This story starts with an abandoned rail line in the ravine behind my townhouse in Toronto, which I enjoy walking along with my six year old grand-daughter who thinks of it as her “secret railway”. It is very overgrown and hasn’t been used for years, but has an interesting history. Originally incorporated as the Ontario and Quebec Railway in 1881, until recently it still existed as a legal entity even though the company was absorbed by the CPR many years ago. Continue reading “The Art in the Ravine—Can I Legally Post this Photo?”
Month: July 2019
Google‘s “Stoush” with New Zealand: Who Will Prevail?
Why is it that every time I write about Google, they have done something else to antagonize national governments? Once again they are in hot water in New Zealand, owing to Google’s proclivity to thumb its nose at small nations (and sometimes quite big nations) because, well, they’re Google and they’re big, and they’re everywhere. This time, as reported in the New Zealand media, Google violated a publication ban imposed in a high-profile murder case by circulating a British news story that identified the accused, showing his picture, and highlighting it all in a “what’s trending New Zealand” email to subscribers (a number of whom were in New Zealand). The NZ publication ban was imposed so as not to impair the accused’s right to a fair trial because of media reports that might influence a jury. Continue reading “Google‘s “Stoush” with New Zealand: Who Will Prevail?”
Canadian Copyright Review: The Case of Indigenous Culture
As it prepares to take on the task of bringing forth amendments to Canada’s copyright legislation, the Canadian government will be digesting and assessing two recent Parliamentary reports dealing with copyright issues, Shifting Paradigms, the report of the Standing Committee on Canadian Heritage and the INDU Committee Report, the report of the Standing Committee on Industry, Science and Technology. The two reports came out within a couple of weeks of each other, and both put forward a number of recommendations, some of which were mutually inconsistent. The copyright community generally applauded Shifting Paradigms and while there were elements it supported in the INDU Committee Report, it is fair to say that it was less than enthusiastic about some of the latter’s recommendations, as I discussed in an earlier blog. However one area where both Committees shared the same wavelength was with respect to indigenous culture and the impact that copyright can have on native artists and traditional indigenous expression. Continue reading “Canadian Copyright Review: The Case of Indigenous Culture”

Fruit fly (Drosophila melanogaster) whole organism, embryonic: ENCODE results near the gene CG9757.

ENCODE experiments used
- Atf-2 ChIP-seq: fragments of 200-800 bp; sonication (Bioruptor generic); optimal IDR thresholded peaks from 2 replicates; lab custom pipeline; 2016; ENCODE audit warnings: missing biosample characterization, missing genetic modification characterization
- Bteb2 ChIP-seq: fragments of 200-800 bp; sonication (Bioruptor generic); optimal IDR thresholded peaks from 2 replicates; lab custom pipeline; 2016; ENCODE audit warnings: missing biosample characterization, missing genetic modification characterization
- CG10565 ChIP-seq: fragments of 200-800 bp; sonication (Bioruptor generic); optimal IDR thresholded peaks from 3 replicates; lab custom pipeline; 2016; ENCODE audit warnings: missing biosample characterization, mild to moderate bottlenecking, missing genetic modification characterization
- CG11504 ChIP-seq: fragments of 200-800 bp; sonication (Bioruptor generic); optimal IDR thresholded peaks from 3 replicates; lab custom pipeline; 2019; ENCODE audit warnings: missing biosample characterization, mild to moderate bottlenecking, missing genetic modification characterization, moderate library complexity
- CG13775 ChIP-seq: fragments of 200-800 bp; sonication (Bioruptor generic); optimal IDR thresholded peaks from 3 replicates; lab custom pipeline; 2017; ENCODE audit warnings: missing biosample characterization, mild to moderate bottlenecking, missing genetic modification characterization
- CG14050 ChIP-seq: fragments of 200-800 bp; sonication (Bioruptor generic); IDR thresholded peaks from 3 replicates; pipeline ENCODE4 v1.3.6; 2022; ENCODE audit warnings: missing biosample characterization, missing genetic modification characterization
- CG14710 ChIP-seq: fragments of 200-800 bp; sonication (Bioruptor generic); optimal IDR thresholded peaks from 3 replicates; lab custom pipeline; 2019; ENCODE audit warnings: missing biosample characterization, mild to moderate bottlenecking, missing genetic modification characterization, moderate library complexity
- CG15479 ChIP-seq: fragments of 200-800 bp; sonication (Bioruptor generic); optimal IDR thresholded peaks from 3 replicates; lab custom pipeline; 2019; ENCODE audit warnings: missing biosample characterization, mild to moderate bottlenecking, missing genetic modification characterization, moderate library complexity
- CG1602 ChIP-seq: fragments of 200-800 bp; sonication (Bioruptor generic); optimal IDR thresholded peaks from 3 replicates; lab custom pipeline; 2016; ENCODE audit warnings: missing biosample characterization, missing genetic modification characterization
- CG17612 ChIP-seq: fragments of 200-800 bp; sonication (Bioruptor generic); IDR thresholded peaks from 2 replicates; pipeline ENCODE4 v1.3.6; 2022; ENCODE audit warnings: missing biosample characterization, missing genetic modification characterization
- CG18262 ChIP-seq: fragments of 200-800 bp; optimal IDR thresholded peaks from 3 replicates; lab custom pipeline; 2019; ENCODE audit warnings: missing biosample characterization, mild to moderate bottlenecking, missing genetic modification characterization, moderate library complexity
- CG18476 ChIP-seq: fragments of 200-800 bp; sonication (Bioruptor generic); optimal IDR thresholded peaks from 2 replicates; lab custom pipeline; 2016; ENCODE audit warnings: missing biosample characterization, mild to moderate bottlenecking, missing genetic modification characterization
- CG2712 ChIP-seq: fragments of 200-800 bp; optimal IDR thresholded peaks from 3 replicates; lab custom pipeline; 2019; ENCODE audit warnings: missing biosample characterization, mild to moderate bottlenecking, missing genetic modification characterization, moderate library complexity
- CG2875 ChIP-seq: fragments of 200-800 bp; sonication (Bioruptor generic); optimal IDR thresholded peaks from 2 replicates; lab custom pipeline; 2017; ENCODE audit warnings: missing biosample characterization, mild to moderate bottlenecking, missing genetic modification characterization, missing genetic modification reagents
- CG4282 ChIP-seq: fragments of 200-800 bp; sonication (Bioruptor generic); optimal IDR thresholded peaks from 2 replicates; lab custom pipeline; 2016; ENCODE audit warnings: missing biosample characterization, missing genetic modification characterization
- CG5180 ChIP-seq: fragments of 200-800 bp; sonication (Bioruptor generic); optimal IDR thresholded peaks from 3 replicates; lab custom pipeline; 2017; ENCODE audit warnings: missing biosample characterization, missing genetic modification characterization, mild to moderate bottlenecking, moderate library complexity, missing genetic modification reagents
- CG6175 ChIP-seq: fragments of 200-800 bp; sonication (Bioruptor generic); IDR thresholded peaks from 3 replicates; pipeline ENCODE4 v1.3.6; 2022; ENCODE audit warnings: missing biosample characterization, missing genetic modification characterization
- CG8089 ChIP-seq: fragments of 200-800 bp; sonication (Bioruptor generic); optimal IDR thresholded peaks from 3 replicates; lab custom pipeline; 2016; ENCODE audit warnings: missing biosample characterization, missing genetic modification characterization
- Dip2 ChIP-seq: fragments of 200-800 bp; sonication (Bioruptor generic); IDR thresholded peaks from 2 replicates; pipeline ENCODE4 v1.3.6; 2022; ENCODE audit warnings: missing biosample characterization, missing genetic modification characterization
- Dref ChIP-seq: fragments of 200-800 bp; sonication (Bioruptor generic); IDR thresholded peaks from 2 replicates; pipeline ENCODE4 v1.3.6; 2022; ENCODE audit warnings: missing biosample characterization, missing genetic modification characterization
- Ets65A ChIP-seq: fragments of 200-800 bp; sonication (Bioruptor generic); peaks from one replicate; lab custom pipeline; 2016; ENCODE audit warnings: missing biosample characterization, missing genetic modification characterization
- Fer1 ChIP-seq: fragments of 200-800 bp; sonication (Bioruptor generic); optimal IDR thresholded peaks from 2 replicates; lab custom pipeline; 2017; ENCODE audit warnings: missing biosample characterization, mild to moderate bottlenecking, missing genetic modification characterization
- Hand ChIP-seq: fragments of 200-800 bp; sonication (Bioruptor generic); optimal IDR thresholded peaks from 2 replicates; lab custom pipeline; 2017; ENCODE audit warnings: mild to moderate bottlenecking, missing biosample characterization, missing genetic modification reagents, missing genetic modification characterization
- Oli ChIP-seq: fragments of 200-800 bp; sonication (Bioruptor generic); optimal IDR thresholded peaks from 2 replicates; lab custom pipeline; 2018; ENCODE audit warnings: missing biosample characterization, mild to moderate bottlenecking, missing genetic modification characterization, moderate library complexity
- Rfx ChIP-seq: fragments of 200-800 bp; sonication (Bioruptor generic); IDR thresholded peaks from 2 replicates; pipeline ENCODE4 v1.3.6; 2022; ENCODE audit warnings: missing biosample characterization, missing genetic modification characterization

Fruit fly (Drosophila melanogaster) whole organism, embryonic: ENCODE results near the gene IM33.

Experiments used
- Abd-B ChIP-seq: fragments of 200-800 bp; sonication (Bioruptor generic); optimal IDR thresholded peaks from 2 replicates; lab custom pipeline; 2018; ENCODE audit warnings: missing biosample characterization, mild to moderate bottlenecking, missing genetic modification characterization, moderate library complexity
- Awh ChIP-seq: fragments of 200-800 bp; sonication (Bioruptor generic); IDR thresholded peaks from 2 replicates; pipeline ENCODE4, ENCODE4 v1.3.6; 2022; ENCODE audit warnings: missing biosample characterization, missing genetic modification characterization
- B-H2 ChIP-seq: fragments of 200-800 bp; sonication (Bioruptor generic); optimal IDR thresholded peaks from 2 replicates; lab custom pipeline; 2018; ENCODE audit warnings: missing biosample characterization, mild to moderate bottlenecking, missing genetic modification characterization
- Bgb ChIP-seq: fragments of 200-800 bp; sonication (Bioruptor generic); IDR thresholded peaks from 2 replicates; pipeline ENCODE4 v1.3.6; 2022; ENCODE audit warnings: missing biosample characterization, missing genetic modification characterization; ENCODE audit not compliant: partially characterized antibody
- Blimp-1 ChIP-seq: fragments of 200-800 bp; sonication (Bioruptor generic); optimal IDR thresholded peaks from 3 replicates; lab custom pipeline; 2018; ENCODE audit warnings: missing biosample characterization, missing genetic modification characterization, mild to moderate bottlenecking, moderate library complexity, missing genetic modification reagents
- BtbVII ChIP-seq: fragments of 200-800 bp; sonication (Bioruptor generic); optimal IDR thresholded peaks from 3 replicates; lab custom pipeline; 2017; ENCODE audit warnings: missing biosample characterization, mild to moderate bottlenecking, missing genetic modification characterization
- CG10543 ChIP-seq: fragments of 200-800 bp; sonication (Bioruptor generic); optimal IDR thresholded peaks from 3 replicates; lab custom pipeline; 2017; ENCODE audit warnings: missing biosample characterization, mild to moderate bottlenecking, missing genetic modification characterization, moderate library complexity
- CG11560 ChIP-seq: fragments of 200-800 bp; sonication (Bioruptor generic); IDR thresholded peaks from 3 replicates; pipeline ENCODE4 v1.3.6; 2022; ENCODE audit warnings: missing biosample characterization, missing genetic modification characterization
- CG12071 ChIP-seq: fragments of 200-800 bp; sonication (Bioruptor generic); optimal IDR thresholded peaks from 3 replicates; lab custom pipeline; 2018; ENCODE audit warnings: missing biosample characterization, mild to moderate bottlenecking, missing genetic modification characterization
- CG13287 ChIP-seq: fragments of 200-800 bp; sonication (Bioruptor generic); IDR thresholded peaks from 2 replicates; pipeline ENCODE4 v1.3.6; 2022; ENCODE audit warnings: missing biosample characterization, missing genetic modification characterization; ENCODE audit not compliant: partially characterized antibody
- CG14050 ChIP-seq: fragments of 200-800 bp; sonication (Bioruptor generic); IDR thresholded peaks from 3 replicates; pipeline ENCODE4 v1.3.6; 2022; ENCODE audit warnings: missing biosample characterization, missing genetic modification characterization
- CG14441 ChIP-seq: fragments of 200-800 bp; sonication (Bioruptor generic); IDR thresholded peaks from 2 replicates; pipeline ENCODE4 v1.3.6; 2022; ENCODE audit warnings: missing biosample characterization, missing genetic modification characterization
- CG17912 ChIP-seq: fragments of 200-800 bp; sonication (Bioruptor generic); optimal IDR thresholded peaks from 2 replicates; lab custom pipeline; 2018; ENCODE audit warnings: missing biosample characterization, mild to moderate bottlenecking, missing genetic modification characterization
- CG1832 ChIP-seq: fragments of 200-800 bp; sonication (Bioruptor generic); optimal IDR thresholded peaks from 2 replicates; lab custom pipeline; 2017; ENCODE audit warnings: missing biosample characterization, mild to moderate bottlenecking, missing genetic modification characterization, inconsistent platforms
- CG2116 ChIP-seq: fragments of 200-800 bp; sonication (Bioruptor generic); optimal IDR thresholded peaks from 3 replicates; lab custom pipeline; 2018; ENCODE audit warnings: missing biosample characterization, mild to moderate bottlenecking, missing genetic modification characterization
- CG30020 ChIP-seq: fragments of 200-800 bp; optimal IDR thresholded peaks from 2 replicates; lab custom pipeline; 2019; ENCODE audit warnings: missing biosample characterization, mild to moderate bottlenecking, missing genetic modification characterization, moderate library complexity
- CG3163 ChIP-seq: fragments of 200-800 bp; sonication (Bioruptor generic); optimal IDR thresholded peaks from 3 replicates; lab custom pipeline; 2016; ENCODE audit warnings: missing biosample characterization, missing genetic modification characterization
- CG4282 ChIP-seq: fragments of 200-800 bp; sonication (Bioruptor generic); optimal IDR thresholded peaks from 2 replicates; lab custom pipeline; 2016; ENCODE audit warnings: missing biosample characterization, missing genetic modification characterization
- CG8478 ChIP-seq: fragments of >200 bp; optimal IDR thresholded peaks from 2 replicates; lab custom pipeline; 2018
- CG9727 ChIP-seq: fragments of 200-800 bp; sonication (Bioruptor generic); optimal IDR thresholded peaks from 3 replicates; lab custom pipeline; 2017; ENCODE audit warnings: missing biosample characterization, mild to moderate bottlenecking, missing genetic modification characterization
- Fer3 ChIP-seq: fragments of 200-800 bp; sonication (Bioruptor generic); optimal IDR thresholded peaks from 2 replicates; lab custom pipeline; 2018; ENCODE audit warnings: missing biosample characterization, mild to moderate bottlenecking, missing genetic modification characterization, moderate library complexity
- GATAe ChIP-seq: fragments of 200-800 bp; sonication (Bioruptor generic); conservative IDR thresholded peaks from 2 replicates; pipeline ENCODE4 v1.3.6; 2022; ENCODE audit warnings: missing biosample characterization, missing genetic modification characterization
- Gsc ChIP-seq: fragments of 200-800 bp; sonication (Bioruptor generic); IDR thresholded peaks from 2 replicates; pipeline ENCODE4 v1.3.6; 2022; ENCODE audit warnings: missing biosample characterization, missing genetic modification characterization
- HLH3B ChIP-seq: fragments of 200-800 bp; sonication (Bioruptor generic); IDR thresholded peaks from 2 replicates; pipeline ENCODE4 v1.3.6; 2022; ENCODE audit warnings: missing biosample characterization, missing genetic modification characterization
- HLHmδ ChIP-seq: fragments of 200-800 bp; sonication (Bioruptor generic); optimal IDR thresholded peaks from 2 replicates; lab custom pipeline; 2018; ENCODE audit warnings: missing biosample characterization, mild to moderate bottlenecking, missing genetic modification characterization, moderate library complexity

“Mural, Mural on the Wall: Who’s the Owner of Them All?”
For a small town in British Columbia, it’s a tale of high drama and threatened lawsuits. Merritt, BC, population about 7000, is a small ranching, sawmill and tourist town situated in the Nicola Valley in the interior of the province, a 3 hour drive from Vancouver. I passed a university summer of my misspent youth there, working in the big open-pit copper mine (Craigmont) that used to be one of the mainstays of the economy. The mine is long closed and now the good citizens of Merritt use various techniques to attract visitors, such as holding an annual country music festival, (which in some years increases the population of the town some twentyfold), hosting the Canadian Country Music Hall of Fame and displaying a number of creative murals that grace various buildings around town, all tied to the country music theme. It’s a rollicking little town that has become caught up in the crossfire of a copyright controversy. Continue reading ““Mural, Mural on the Wall: Who’s the Owner of Them All?””